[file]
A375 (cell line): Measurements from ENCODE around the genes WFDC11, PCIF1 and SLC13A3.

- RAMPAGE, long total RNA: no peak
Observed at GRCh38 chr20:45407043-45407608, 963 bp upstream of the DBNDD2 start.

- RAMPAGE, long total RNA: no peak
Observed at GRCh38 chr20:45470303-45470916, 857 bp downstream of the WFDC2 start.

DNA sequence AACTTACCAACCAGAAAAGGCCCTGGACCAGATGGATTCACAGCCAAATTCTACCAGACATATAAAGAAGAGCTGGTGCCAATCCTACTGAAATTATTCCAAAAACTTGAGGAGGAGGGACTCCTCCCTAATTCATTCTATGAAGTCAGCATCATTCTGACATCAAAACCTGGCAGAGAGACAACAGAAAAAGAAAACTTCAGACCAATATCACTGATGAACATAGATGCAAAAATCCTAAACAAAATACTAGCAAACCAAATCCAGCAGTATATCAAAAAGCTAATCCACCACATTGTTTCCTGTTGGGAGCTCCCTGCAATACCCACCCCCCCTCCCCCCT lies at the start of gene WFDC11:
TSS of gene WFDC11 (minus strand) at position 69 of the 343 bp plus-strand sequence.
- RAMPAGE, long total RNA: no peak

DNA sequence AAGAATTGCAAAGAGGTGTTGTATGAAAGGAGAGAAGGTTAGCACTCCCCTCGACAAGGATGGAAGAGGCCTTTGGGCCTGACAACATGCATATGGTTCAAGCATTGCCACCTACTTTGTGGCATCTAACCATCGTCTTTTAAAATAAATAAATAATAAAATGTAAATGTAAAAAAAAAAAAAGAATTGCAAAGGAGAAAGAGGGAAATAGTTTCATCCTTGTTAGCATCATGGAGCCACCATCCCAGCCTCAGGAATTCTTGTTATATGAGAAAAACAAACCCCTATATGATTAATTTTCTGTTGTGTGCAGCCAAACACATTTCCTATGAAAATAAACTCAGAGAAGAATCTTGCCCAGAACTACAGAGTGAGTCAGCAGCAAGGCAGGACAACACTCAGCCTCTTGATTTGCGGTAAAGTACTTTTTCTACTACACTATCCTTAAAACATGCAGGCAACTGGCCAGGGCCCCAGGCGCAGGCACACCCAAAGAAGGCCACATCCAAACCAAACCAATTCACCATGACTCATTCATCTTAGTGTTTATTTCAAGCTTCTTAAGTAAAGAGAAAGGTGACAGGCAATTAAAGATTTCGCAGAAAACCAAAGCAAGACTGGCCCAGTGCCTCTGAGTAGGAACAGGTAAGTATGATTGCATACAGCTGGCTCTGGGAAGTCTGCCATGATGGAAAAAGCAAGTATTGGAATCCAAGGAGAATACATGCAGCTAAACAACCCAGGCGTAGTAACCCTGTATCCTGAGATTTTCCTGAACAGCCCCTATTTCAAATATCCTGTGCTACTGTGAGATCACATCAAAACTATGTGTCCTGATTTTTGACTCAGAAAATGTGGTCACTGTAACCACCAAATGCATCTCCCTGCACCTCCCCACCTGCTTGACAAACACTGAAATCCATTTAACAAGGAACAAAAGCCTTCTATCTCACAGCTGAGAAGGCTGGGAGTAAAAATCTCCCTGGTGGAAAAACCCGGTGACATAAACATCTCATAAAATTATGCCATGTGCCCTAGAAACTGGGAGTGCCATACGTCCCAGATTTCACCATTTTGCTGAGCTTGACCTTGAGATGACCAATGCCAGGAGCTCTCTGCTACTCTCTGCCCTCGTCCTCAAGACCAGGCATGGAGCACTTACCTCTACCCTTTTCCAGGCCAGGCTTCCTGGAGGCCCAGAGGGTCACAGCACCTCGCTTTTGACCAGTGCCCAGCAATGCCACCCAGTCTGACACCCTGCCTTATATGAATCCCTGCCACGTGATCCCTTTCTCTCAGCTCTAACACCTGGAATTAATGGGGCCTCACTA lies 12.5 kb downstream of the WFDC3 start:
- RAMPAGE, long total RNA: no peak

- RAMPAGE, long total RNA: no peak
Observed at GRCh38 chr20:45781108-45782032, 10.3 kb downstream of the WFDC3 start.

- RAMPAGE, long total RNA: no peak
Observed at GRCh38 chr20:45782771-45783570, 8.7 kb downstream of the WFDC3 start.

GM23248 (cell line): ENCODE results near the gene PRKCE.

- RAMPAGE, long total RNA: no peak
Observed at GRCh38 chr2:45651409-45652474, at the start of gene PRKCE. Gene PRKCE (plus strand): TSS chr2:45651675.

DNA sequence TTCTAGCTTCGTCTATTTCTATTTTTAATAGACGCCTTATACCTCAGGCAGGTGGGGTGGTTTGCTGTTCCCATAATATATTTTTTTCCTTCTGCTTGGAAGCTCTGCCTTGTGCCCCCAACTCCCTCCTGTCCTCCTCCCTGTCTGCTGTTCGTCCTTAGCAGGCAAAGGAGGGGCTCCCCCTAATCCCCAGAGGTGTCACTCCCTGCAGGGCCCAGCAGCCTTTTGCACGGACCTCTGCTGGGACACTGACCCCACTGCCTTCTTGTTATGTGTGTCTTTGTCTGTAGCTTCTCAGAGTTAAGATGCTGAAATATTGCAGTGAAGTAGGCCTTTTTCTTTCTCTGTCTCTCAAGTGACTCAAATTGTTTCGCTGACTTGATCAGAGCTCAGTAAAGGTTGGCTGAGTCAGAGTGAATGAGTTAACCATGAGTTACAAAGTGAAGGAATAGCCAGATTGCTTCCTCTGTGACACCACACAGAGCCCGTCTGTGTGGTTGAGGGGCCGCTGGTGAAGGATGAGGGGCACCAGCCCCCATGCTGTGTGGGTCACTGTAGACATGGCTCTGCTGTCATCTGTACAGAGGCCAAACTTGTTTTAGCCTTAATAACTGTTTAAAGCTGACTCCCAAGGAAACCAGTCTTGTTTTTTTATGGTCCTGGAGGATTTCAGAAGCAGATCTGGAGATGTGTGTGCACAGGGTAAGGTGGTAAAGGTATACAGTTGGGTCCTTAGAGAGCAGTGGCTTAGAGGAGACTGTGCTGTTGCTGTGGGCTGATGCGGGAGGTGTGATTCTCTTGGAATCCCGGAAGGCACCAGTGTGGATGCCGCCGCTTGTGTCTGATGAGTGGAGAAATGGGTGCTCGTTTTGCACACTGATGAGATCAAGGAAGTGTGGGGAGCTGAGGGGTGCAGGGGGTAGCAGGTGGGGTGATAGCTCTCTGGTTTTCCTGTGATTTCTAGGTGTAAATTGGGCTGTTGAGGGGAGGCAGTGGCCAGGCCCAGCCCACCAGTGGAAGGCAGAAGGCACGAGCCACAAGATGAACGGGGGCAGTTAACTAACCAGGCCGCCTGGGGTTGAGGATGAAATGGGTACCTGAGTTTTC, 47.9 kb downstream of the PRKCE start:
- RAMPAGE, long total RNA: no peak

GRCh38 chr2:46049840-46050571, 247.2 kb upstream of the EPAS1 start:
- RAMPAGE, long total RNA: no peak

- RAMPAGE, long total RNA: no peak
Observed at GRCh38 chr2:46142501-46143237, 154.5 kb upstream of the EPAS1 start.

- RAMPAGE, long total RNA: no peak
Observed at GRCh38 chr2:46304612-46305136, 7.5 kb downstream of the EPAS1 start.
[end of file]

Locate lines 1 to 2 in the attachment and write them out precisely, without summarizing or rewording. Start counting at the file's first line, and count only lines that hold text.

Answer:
A375 (cell line): Measurements from ENCODE around the genes WFDC11, PCIF1 and SLC13A3.

- RAMPAGE, long total RNA: no peak